of distribution of these metamorphic rocks is roughly 
contiguous with areas of the so-called younger meta- 
morphic rocks or metamorphosed Applegate group of 
southern Oregon, and perhaps the rocks of these areas 
are equivalent. 

In the Marble Mountains the rocks consist chiefly of 
thin-bedded amphibolite and chlorite schists, quartzite, 
and marble, and they appear to constitute a section that 
is more than 10,000 feet thick (W. P. Pratt, written com- 
munication, 1957). The marble is thin bedded and granu- 
lar, and is exposed for much of a distance of 5 miles 
along the north-trending ridge of the Marble Moun- 
tains. The strata along the ridge generally dip eastward 
at low angles, and along the southern part of the ridge 
the marble forms a dip-slope exposure more than a mile 
wide. The west face of the Marble Mountains is steep, 
and from a distance the strata that underlie the marble 
appear to be well exposed (photo 2). 

The total thickness of the sedimentary and volcanic 
strata deposited in the western Paleozoic and Triassic 
belt is not known. Estimates of thickness of the Lower 
Slate series, Blue Chert series, Chanchelulla formation, 
and Copley (?) greenstone have been made by others 
at several widely spaced localities, but owing to con- 
flicting references regarding order of superposition, cor- 
relation, and ages of the rocks, it is not feasible to add 
the individual estimates to arrive at a total thickness. 

Hershey (1901, p. 233) states ". . . the thickness of 
the [Lower Slate] series in any one section is not known 
to me. L T sually the succession of strata is repeated sev- 
eral times in a single area by faulting and folding . . . 
and an estimated average for the entire territory of 5,000 
feet probably is sufficiently accurate for the present." 
Hershey, (1906, p. 60) estimated the Blue Chert series 
to be 5,000 feet thick in the central part of the Sawyers 
Bar quadrangle. The Chanchelulla formation exceeds 
5,000 feet in thickness, and the additional thickness caused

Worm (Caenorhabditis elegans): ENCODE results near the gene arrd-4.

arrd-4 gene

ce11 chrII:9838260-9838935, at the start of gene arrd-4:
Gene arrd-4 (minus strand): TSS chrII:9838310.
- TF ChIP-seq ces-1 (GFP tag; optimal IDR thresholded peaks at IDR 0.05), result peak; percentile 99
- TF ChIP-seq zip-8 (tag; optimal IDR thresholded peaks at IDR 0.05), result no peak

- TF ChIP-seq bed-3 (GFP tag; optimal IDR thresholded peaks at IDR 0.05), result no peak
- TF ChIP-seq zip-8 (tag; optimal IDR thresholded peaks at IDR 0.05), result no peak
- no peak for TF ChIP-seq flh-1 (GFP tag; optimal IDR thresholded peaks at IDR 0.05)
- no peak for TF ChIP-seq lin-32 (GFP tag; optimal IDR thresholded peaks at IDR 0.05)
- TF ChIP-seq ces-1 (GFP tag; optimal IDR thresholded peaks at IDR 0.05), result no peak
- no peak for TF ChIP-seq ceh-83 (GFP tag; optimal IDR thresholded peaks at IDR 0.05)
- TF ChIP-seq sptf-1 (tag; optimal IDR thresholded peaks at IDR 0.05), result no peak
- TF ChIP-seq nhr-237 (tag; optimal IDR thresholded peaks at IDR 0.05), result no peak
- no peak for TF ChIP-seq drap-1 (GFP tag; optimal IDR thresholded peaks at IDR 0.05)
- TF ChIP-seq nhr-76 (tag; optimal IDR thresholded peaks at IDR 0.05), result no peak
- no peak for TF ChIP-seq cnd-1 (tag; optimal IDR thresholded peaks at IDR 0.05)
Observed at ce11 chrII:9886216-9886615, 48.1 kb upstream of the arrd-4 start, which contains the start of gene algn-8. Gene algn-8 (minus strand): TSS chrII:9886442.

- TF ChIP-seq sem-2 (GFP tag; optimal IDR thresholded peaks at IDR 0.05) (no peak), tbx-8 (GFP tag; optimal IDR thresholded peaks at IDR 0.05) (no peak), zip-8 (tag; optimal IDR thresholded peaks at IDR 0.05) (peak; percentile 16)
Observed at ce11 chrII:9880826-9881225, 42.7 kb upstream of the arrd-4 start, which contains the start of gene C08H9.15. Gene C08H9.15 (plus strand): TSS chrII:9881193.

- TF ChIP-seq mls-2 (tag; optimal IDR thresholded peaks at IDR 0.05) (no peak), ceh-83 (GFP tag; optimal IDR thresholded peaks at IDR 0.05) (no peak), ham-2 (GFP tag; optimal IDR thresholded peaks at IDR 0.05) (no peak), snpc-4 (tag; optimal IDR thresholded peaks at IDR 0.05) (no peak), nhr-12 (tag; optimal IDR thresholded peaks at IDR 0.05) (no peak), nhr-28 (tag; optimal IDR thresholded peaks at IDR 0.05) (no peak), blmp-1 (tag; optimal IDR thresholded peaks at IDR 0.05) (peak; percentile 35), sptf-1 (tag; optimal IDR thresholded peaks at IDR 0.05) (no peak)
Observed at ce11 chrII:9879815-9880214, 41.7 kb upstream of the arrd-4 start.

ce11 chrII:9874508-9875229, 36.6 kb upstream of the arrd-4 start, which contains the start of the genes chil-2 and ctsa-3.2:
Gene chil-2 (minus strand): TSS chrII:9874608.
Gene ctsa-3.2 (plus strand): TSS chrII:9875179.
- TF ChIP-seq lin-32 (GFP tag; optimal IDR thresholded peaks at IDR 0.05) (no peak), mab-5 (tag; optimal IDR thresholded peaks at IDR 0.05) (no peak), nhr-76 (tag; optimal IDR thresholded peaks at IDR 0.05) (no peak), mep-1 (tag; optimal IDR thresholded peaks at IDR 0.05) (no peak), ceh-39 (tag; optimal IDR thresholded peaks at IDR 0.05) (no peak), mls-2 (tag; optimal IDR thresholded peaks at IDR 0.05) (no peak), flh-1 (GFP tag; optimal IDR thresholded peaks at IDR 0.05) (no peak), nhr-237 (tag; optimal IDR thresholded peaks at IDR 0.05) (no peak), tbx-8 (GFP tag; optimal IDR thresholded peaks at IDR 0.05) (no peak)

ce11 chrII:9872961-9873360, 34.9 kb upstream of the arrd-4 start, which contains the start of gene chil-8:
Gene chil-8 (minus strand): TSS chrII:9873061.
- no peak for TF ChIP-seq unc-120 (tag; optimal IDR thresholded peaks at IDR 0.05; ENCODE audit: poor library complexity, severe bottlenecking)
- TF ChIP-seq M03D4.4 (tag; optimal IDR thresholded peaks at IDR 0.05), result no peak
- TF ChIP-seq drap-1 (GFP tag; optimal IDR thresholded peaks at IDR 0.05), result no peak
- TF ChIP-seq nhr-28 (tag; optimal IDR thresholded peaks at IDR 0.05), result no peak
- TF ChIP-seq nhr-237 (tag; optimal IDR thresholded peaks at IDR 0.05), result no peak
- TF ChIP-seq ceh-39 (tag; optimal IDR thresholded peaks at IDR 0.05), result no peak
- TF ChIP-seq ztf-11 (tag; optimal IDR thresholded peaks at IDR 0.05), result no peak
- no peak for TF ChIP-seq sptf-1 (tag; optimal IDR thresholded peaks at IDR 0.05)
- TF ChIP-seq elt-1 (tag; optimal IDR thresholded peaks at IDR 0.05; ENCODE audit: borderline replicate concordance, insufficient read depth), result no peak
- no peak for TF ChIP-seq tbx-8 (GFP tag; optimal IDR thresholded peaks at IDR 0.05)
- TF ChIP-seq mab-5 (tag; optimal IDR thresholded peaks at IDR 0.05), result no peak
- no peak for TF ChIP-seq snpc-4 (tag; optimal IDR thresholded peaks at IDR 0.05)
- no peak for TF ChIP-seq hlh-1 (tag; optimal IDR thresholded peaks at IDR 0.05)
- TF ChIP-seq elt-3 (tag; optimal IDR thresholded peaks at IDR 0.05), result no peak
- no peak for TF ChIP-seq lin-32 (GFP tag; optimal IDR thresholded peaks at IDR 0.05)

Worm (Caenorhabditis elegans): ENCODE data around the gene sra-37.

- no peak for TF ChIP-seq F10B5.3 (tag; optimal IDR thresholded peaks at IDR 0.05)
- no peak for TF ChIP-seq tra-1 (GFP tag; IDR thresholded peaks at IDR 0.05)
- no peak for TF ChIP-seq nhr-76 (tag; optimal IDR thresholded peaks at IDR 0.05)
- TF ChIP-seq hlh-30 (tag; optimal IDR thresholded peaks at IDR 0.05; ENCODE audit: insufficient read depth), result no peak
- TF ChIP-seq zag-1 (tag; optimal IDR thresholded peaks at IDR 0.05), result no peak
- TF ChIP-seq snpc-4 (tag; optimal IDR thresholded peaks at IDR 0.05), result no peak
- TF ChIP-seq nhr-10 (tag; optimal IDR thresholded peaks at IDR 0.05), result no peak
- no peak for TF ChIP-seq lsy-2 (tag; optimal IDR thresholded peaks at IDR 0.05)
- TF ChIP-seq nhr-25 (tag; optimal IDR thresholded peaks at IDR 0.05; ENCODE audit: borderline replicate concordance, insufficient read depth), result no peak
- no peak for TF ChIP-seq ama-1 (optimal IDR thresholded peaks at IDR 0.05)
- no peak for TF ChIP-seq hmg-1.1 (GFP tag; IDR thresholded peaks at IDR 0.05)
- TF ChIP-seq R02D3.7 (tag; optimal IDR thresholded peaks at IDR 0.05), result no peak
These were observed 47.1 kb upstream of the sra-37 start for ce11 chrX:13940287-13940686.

by abundant concordant bodies of greenstone, attributed 
by Hinds to intrusion of Copley greenstone, may be con- 
siderable, as some of the greenstone bodies are 500 feet 
thick (Hinds, 1932, p. 392). 



19601 



Northern Coasi Ranges \m> Kiwium \1oi\ivi\s 



25 




Photo -. Aerial view, looking cast coward the southern p.irr of tin Marble Mountains. I he light-colored outcrops along the 
crest of the ridge arc marble. A small part of the Scott Valley can be seen in the middle distance. Peaks of volcanic rocks oi the 
Cascade Range province, including Mount Shasta (wreathed in clouds), arc along the horizon. Photo GS-OAD, 1-101, September 
I9S3. 



The volcanic rocks (Copley? greenstone) exposed 
along Pearch Creek near Orleans, intrude and uncon- 
formably overlie the Blue Chert series, and are estimated 
to be 800 to 1,200 feet thick (Hershey, 1906, p. 60). The 
Cople\ ( : ) greenstone intrudes and unconformabl) oxer- 
lies the Chanchelulla formation, and two incomplete sec- 
tions measured in the Weaverville quadrangle arc 1,200 
and 1,500 feet thick (Hinds, 1932, p. 394). The thickness 
of the volcanic section in the south-central part of the 
western Paleozoic and Triassic belt is not known. 

Age of the Rocks. Few paleontologic data are avail- 
able for assigning an age to the rocks of the western 
Paleozoic and Triassic belt. Fossils have been found only 
in the limestones, with the exception of radiolaria in 
some of the cherts. Generally the fossils are poorly pre- 
served, as most of the limestone is coarsely recrystallized. 

Dillcr ( 1903a) divided the rocks of the southern part 
of the western Paleozoic and Triassic belt into so-called 
southwestern Devonian and southwestern Carboniferous 
belts. The age assignments were based on fossils collected 
from limestone bodies at widely spaced intervals along 
the belts. In southwestern Oregon, Dillcr (Dillcr and 



Kay, 1909) described the limestone bodies of the western 
Paleozoic and Triassic belt as occurring in four parallel 
northeast-trending zones. Fossils identified as Devonian 
in age were found in the limestone of the two western 
zones, but only crinoid stems of indeterminate age were 
fount! in the two eastern /ones. The general absence of 
fossils other than crinoid stems in the two eastern /ones 
suggested to Dillcr an .v^i: different from Devonian, and 
he considered the limestone bodies likely to be Car- 
boniferous or Triassic in age. 

Partial re-examination of Diller's collection of fossils, 
in addition to a few newer discoveries of fossils, shows 
that at least some, and perhaps most, of Diller's age 
assignments of the limestones of the western Paleozoic 
and Triassic belt are in error. The limestone of the so- 
called southwestern Carboniferous belt seems to be 
Permian and perhaps Late Pennsylvanian in age and the 
limestone of at least one locality in the so-called south- 
western Devonian belt is Triassic in age. 

Diller's collection of fossils from his locality no. 705 
(Oilier, 1903a. p. 344-345), sec. 30, T. 2S N., R. 10 W., 
near the south end of his so-called southwestern Devonian 



26 



California Division of Mines 



Bull. 179 



belt, were re-examined by N. J. Silberling of the U.S. 
Geological Survey. According to Silberling (written 
communication, 1958):